Sam Aruwa is one of the leading basketball players at Auckland Grammar School. The year 13 power forward has represented the New Zealand Under-17 team. He also toured Australia with the New Zealand Under-16 team in 2013. New Zealand won three out of four games and Aruwa was the highest scorer in two games.
In July 2015 he travelled to Las Vegas on a college scouting camp. Aruwa speaks about these experiences below:
When did you start playing Basketball?
I started playing basketball when I was in Year 4. I started to take it seriously in Year 7. I have always been a small or power forward.
Tell us about your trip to Las Vegas and the style of play over there?
It was held in July and was a tournament featuring 200 High Schools in the USA. New Zealand entered a team and each team was graded from elite to platinum, gold to bronze. We were matched up in the silver category and made it to the round of 16. I found the American style of play really different to New Zealand. The athletes are so big, quick and skilful. Also one or two guys tend to dominate the scoring.
Auckland Grammar is having a strong season. What is the main goal in 2016?
Our goal is to win Nationals, but it will be tough. Our results in Auckland have been good. We have beaten Westlake Boys’ High School who were runners up last year and Rangitoto College who might be the favourites for Nationals because they have Tai Wynyard. We believe we can compete with any team on our day.
What is the goal for the future?
I still have another year of school. I want to get good grades because that’s really important. I would like a crack at college in America. Playing in Las Vegas gave me a good idea of how tough that is.
Who is your favourite player?
Hamish McDonald has reinforced his credentials as one of New Zealand's most promising age-group shooting guards. After averaging 33 points a game at the National Under-17 championships last year, McDonald has won a silver medal in the final of the Shootout Contest, at the FIBA 3x3 U18 World Championships in Kazakhstan.
McDonald explains how the competition works and how it unfolded.
"It was a mixed field that featured one player from each of the 21 countries. Each player took 10 shots, five from each side of the three-point line. The players who got the most shots in the quickest won. In the final there was a boy from Hungary and girls from Poland and China. I was beaten by the Polish girl," he recalls.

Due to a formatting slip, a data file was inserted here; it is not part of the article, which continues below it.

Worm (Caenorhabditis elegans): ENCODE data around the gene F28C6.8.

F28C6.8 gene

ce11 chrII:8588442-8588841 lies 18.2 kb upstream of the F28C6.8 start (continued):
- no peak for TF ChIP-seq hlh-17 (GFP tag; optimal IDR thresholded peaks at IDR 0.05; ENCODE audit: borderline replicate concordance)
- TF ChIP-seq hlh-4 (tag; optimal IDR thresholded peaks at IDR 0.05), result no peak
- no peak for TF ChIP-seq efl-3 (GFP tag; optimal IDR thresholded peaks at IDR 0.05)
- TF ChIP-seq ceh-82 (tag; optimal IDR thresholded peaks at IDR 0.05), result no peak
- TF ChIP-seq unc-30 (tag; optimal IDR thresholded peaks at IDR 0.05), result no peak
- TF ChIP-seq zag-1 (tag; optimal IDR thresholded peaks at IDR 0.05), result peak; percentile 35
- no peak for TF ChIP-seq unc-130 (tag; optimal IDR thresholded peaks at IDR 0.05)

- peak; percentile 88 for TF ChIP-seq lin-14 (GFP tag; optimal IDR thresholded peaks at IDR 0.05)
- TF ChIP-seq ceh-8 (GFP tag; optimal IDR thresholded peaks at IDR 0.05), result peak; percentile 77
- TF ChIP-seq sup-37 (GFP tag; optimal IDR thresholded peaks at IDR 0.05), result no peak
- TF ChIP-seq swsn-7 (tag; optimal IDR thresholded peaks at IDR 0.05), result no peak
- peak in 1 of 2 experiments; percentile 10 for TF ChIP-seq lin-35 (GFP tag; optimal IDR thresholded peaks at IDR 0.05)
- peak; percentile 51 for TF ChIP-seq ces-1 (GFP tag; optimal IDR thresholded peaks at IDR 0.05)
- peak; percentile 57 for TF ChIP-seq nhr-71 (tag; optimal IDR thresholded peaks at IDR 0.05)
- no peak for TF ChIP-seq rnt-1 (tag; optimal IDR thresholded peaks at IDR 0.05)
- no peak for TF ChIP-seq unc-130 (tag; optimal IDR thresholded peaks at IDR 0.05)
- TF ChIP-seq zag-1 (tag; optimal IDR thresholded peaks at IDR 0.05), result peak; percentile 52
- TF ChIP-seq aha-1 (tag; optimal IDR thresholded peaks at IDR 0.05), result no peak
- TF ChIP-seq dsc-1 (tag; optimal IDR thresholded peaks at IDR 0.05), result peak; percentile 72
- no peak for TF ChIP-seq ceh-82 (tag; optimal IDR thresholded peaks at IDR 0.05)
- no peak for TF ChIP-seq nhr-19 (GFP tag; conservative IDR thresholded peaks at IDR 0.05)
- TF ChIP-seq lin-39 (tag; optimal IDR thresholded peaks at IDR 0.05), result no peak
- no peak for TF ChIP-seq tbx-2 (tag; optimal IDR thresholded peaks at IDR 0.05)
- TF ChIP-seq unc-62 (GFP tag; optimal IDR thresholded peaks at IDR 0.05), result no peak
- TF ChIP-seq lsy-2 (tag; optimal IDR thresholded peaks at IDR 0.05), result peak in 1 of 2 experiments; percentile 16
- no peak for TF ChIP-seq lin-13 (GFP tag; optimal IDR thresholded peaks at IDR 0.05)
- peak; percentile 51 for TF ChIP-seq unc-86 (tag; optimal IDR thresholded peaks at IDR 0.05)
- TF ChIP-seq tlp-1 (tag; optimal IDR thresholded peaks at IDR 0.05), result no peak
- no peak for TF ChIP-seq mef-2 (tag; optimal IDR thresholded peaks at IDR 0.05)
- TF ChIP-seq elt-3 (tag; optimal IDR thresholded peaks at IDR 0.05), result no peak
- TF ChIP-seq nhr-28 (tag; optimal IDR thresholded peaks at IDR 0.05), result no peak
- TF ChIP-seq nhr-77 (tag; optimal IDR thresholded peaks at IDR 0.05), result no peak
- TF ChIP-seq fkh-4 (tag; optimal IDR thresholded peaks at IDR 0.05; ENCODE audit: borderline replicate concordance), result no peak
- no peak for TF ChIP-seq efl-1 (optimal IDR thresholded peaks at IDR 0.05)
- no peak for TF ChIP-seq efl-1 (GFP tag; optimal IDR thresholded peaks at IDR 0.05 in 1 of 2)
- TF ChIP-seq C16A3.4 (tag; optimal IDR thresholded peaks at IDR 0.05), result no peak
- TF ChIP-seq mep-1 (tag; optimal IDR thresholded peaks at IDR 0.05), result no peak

The tournament was played on an outdoor court in blustery conditions.
"It was pretty tough. It was cold and the ball was swirling around a bit. Shooting outside is a bit different, but I guess it kind of suits us Kiwis because it's cold and windy here," McDonald says.
New Zealand was a little too hot on the opening day of the tournament. They breezed through pool play which included resounding victories over Philippines, Brazil and Spain. They succumbed in the semi-finals to eventual winners Qatar.
"Qatar was the only other team in the tournament with a big man. He hit three three-pointers and in a game that's first to 21 and only lasts ten minutes that's huge. We tried hard, but we were banged up because I think we went a little too hard on the first day. Tai Wynyard emptied the tank," McDonald says.
Kazakhstan proved to be a really interesting destination.
"The accommodation was really nice and so were the people, but I wasn't so keen on the food. They give us this beetroot fish on the first night so I just stuck to the noodle shops the rest of the time," McDonald laughs.
McDonald doesn't have much spare time. He will soon fly to Melbourne for the NBA sponsored, Hoops Without Borders. He is also a member of the Junior Tall Blacks who will contest the Oceania Championships in Fiji.
McDonald has switched from Hamilton Boys' High School to Hillcrest High School. Hillcrest have won seven games in a row in the Waikato competition and appear to be in great shape for an assault on the title.
"The team is looking real strong. It's basically the Waikato rep team and we've got a real good chemistry," McDonald enthusiastically concludes.
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